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Indian PM offers to resign if new corruption charges are proven


India's Prime Minister Manmohan Singh prays during his visit at Shwedagon pagoda in Yangon on May 29, 2012. Singh returned home to new allegations of corruption from social activist Anna Hazare.

India's Prime Minister Manmohan Singh spoke out against new allegations of corruption on Tuesday, telling reporters that he would quit his post and resign from public life if there is "any iota of truth" to claims that he tampered with the allotment of coal mining leases.

“My career as finance minister, leader of opposition and Prime Minister has been an open book. I will give up my public career if there is any iota of truth in such allegations,” Singh told reporters on his way home from Yangon at the end of a three-day visit to Myanmar, according to the Indian Express.

Earlier this week, anti-corruption activists led by Anna Hazare requested a separate investigating agency be formed to investigate cases related to corruption charges against 15 government ministers, including Prime Minister Manmohan Singh, Finance Minister Pranab Mukherjee and External Affairs Minister SM Krishna, NDTV reported.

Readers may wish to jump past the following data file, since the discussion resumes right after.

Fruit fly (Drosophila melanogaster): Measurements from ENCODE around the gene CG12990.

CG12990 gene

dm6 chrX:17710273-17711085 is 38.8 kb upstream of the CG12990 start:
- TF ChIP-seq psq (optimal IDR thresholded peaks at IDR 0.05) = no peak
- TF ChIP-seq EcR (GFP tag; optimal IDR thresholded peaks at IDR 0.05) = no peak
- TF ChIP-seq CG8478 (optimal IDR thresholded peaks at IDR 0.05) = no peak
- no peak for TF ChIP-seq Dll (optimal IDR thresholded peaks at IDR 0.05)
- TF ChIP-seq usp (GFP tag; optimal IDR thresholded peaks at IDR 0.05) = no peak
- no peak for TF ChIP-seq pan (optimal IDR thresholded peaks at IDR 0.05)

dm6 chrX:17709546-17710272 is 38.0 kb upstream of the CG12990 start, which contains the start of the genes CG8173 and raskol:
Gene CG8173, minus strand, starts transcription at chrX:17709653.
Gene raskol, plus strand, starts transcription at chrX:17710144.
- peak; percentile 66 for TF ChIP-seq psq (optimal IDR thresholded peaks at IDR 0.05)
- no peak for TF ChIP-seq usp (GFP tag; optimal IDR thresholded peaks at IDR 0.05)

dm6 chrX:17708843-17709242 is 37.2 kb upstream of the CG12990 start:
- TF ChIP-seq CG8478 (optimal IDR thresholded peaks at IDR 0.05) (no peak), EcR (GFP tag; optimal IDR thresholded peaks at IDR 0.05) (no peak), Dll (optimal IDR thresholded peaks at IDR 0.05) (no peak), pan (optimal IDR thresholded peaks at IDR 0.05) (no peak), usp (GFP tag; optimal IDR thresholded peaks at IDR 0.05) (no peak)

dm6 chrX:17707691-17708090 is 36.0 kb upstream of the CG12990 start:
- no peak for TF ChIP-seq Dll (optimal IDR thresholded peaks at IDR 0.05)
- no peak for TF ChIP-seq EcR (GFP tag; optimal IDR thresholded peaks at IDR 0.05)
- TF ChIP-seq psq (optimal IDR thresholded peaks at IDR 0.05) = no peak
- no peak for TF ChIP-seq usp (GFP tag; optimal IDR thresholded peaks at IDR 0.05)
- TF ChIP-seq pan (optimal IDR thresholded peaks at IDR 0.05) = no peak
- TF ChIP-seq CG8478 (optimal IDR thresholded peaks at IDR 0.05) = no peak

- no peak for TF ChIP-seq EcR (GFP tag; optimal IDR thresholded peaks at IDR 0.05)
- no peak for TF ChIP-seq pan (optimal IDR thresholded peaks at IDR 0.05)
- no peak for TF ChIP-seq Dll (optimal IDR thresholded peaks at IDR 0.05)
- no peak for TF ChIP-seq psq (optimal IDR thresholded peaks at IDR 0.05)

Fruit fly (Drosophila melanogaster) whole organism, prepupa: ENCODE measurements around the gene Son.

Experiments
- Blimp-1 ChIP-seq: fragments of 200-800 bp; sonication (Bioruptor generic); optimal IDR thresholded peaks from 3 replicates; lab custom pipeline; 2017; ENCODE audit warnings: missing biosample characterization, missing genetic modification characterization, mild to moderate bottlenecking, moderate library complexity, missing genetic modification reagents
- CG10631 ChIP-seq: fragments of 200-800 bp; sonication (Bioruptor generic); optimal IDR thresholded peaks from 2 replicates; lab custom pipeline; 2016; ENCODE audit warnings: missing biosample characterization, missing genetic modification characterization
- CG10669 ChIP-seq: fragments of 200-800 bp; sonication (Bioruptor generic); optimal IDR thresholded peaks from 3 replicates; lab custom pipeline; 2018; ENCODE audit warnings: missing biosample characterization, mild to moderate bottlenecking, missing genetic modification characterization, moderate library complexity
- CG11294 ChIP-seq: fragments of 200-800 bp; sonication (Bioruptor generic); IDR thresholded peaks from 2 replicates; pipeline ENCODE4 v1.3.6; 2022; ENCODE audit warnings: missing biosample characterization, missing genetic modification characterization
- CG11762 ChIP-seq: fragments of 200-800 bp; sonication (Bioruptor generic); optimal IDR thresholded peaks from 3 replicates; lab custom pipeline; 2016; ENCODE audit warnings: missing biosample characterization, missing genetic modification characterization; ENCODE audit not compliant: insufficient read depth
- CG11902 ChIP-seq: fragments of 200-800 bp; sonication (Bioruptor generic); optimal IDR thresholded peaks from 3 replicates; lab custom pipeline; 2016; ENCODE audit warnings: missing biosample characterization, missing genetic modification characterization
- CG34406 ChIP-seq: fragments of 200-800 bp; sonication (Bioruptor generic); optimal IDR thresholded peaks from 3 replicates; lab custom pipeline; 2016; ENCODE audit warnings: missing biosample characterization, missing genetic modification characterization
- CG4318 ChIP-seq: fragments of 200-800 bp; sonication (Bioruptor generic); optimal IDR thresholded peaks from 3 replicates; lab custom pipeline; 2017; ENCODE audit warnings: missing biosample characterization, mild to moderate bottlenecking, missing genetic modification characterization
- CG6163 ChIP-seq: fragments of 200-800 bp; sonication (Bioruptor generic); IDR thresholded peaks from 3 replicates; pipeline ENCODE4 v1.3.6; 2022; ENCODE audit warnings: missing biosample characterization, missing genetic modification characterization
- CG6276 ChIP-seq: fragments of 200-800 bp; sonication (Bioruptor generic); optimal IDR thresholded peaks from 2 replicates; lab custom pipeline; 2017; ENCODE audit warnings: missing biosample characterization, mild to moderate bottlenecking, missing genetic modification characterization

The charges were based on portions of a draft Comptroller and Auditor General report that they allege reveals irregularities in the allotment of coal mines, including during a period when the prime minister was responsible for the coal ministry, the TV channel said.

In response to criticism, Team Anna member Prashant Bhushan told Times Now TV that the accusations were not irresponsible, and he welcomed a defamation suit (which in India would surely embroil the prime minister in embarrassing litigation for more than a decade).

"I don't think that allegations against the prime minister were irresponsible. He held the portfolio of coal when the major scam happened," Bhushan told Times Now channel, MSNBC writes.

 The prime minister was in charge of the coal portfolio from November 2006 to May 2009. According to a report of the Comptroller and Auditor General (CAG), mining rights for coal blocks were allocated without auctioning them and this led to massive profits for some chosen private firms, the website reports.

Singh's government has been under fire for alleged corruption -- which hardly began with his election -- since his second term began in 2009. The resulting "policy paralysis," however, has perhaps been more damaging to the Indian economy than its endemic problems with graft.